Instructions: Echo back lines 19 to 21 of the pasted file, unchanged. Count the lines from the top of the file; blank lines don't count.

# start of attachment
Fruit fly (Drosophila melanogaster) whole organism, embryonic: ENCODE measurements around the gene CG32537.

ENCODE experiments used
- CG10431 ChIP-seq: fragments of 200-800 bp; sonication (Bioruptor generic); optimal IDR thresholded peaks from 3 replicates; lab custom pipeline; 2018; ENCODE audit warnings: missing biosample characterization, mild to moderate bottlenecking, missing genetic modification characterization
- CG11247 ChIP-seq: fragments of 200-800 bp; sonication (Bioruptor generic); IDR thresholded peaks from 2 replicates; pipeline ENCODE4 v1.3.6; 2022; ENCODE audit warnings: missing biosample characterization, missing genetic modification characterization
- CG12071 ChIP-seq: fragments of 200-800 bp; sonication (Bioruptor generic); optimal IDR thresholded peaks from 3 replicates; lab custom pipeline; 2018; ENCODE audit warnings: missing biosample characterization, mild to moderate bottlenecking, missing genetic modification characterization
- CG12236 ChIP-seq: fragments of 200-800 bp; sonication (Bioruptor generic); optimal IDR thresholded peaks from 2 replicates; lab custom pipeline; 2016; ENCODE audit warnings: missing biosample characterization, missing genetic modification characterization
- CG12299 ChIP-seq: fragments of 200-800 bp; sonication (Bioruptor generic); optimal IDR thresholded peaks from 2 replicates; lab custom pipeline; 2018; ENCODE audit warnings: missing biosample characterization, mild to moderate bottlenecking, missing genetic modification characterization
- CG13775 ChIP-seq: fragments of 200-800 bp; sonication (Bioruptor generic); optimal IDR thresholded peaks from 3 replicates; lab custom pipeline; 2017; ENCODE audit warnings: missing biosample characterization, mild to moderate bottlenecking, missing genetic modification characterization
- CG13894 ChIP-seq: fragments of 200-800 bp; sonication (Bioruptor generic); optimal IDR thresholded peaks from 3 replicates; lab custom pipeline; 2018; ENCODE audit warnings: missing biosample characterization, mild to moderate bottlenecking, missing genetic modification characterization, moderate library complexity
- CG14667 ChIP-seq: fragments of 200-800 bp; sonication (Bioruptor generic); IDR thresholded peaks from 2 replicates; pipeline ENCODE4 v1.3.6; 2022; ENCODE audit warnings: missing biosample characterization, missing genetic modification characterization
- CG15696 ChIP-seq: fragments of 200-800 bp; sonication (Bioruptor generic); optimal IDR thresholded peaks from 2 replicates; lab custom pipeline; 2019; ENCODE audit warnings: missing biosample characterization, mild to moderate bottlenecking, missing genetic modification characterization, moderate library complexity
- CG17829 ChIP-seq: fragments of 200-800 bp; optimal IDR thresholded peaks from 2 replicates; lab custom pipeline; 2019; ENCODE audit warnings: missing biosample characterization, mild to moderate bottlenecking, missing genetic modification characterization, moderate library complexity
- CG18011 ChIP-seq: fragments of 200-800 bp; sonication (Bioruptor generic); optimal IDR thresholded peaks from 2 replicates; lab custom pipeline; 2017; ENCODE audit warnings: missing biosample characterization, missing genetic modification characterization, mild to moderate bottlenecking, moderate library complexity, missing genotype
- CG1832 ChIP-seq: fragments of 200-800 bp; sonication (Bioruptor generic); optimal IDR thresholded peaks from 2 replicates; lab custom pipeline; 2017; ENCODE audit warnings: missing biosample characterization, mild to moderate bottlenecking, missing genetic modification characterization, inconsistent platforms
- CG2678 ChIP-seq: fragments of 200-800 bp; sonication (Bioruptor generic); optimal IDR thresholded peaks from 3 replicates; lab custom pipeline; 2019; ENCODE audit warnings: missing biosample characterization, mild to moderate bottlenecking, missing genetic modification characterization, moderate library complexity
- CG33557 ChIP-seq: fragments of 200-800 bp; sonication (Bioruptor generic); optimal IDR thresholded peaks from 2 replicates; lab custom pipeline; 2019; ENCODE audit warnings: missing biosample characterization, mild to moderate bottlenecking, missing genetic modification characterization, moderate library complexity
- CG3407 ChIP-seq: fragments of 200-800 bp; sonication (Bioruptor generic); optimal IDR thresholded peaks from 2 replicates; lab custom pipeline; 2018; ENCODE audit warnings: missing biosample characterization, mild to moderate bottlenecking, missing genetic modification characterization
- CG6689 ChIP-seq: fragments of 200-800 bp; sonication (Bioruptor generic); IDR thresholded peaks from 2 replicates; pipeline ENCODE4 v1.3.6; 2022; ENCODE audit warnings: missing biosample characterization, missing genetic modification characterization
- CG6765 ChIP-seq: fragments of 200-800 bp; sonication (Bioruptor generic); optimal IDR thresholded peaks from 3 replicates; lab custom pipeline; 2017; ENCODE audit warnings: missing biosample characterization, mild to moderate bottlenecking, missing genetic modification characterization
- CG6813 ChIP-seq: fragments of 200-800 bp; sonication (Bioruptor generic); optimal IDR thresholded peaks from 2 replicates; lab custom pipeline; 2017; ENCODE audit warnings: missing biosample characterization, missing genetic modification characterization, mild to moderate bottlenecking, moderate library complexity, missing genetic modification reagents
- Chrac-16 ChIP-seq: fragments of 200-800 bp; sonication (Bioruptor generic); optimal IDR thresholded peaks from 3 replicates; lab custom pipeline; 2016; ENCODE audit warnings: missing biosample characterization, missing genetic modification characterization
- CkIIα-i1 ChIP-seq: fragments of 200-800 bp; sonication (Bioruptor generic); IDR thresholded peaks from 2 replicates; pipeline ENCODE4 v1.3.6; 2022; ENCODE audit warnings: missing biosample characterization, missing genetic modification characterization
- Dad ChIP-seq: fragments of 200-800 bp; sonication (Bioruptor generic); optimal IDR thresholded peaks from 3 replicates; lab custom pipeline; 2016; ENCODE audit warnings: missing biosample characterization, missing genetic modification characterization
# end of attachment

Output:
- CG6765 ChIP-seq: fragments of 200-800 bp; sonication (Bioruptor generic); optimal IDR thresholded peaks from 3 replicates; lab custom pipeline; 2017; ENCODE audit warnings: missing biosample characterization, mild to moderate bottlenecking, missing genetic modification characterization
- CG6813 ChIP-seq: fragments of 200-800 bp; sonication (Bioruptor generic); optimal IDR thresholded peaks from 2 replicates; lab custom pipeline; 2017; ENCODE audit warnings: missing biosample characterization, missing genetic modification characterization, mild to moderate bottlenecking, moderate library complexity, missing genetic modification reagents
- Chrac-16 ChIP-seq: fragments of 200-800 bp; sonication (Bioruptor generic); optimal IDR thresholded peaks from 3 replicates; lab custom pipeline; 2016; ENCODE audit warnings: missing biosample characterization, missing genetic modification characterization